Quibi’s “#FreeRayshawn” and its star Laurence Fishburne also continued to rack up the wins (despite the fact that the streaming service is now defunct), earning prizes in the outstanding short form series categories. The series won three Emmy awards last fall.

The winners revealed during Tuesday’s ceremony include:

Outstanding Writing in a Comedy Series
Michaela Coel – “I May Destroy You” – Ep. 112 “Ego Death”

Outstanding Writing in a Drama Series
Attica Locke – “Little Fires Everywhere” – Ep. 104 “The Spider Web”

Outstanding Writing in a Television Movie or Special
Geri Cole – “The Power of We: A Sesame Street Special”

Outstanding Writing in a Motion Picture
Radha Blank – “The Forty-Year-Old Version”

Outstanding Directing in a Comedy Series
Anya Adams – “Black-ish” – Ep. 611 “Hair Day”

Outstanding Directing in a Drama Series
Hanelle Culpepper – “Star Trek: Picard” – Ep. 101 “Remembrance”

Outstanding Directing in a Television Movie or Special
Eugene Ashe – “Sylvie’s Love”

Outstanding Directing in a Motion Picture
Gina Prince-Bythewood – “The Old Guard”

Outstanding Short Form Series – Comedy or Drama

Outstanding Performance in a Short Form
Laurence Fishburne – “#FreeRayshawn”

Outstanding Short Form Series – Reality/Nonfiction
“Between The Scenes” – The Daily Show with Trevor Noah

Outstanding Short-Film (Live Action)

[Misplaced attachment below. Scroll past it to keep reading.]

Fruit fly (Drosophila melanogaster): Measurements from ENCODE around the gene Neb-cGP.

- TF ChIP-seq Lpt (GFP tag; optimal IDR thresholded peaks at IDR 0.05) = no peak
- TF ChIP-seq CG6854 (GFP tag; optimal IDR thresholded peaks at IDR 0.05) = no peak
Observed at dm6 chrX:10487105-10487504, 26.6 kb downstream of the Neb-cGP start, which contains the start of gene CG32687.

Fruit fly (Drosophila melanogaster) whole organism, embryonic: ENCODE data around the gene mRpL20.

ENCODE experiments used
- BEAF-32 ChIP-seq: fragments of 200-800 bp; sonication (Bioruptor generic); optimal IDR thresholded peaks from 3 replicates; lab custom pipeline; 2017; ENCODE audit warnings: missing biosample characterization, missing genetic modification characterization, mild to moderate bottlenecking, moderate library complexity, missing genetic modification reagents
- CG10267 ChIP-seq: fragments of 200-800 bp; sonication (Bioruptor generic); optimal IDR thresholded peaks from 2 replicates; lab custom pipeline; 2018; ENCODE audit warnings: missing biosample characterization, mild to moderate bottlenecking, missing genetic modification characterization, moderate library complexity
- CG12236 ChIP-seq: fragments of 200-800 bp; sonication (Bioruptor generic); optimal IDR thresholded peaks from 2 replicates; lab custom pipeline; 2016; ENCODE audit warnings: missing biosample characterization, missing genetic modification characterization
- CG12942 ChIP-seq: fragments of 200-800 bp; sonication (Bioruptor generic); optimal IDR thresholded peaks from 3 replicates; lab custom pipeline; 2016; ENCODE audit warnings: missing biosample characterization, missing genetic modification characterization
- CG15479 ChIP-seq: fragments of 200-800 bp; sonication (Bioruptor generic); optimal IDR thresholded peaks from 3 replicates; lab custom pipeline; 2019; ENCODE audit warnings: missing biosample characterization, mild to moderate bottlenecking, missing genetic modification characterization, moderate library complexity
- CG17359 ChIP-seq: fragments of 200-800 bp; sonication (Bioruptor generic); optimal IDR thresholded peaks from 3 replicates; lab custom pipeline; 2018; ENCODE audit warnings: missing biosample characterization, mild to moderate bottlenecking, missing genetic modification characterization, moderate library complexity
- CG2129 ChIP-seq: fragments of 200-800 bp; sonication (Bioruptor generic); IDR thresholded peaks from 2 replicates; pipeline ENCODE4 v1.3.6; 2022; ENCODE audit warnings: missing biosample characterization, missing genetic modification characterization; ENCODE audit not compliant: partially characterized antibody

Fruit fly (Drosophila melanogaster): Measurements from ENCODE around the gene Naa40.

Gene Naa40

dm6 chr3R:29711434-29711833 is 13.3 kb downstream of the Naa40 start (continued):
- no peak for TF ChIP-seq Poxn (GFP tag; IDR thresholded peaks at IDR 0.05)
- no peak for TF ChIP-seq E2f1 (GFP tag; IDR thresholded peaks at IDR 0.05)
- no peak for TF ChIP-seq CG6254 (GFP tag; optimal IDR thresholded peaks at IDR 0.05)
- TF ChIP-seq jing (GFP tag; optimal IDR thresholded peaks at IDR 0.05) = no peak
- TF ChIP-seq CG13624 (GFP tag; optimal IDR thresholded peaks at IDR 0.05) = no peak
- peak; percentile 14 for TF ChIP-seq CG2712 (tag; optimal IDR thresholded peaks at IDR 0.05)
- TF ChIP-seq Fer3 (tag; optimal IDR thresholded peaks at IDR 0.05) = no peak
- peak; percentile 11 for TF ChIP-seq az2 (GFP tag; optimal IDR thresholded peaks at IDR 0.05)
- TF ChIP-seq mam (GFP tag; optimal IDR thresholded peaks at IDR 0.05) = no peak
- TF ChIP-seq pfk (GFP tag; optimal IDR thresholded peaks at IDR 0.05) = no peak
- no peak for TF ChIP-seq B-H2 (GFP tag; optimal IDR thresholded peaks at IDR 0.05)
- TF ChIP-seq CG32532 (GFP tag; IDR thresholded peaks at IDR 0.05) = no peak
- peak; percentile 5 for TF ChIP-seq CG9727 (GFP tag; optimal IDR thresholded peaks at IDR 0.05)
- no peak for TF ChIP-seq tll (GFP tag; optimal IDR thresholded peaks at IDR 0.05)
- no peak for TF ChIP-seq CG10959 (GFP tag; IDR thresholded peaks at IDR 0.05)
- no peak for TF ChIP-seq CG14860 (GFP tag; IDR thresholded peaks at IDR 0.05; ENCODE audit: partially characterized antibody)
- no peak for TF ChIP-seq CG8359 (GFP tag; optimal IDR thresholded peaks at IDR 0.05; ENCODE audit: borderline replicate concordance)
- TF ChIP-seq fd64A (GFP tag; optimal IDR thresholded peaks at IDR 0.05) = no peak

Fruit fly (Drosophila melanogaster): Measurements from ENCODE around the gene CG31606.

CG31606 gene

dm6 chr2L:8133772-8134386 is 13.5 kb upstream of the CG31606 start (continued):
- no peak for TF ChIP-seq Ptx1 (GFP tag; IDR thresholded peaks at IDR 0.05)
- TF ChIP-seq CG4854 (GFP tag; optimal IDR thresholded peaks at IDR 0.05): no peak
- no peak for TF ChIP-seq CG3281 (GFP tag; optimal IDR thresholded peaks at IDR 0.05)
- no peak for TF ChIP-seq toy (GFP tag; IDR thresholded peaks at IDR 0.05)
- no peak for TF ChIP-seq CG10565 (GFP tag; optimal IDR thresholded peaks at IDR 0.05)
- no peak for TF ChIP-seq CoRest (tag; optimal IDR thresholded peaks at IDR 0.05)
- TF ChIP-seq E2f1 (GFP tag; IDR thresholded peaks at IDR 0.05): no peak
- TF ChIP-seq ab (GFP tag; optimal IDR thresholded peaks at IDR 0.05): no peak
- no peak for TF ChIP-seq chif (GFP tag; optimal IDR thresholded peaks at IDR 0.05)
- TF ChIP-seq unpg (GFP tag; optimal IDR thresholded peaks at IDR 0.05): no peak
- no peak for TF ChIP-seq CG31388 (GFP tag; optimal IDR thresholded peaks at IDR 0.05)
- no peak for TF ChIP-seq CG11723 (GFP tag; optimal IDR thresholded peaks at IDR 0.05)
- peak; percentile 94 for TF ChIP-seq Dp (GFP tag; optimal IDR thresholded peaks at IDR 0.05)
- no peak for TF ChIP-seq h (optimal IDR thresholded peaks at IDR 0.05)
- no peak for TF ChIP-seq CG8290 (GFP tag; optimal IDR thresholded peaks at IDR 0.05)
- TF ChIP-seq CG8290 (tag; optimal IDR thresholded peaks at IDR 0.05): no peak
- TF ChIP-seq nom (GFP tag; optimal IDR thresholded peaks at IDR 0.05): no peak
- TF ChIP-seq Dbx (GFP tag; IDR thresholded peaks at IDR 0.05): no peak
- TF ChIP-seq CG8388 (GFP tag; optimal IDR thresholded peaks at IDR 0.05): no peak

“Black Boy Joy”

Outstanding Short-Film (Animated)

Special Award – Spingarn Medal
Misty Copeland

Monday, March 22:

President Barack Obama’s bestselling memoir “A Promised Land” was among the winners during Monday night’s webcast, which focused on the documentary and literary prizes, earning the outstanding literary work nonfiction prize.

ESPN & Netflix’s “The Last Dance,” which centered Michael Jordan and the 1997-1998 Chicago Bulls, picked up the outstanding documentary, television series or special category prize. “John Lewis: Good Trouble” earned the award for outstanding documentary film.

Monday’s award ceremony also included acknowledgement special honorees Madison Potts (who earned the youth activist of the year) award and Reverend Dr. Wendell Anthony (recognized as activist of the year).

The winners revealed during Monday’s ceremony include:

Outstanding Literary Work – Fiction
“The Awkward Black Man” – Walter Mosley

Outstanding Literary Work – Nonfiction
“A Promised Land” – Barack Obama

Outstanding Literary Work – Debut Author
“We’re Better Than This” – Elijah Cummings

Outstanding Literary Work – Biography/Autobiography
“The Dead Are Arising” – Les Payne, Tamara Payne

Outstanding Literary Work – Instructional
“Vegetable Kingdom” – Bryant Terry

Outstanding Literary Work – Poetry
“The Age of Phillis” – Honorée Jeffers

Outstanding Literary Work – Children
“She Was the First!: The Trailblazing Life of Shirley Chisholm” – Katheryn Russell-Brown, Eric Velasquez

Outstanding Literary Work – Youth/Teens
“Before the Ever After” – Jacqueline Woodson

Outstanding Directing in a Documentary (Television or Motion Picture)
Keith McQuirter – “By Whatever Means Necessary: The Times of Godfather of Harlem”

Outstanding Writing in a Documentary (Television or Motion Picture)
Melissa Haizlip – “Mr. SOUL!”

Outstanding Documentary (Film)
“John Lewis: Good Trouble”

Outstanding Documentary (Television – Series or Special)
“The Last Dance”

Special Award – Youth Activist of the Year
Madison Potts

Special Award – Activist of the Year
Reverend Dr. Wendell Anthony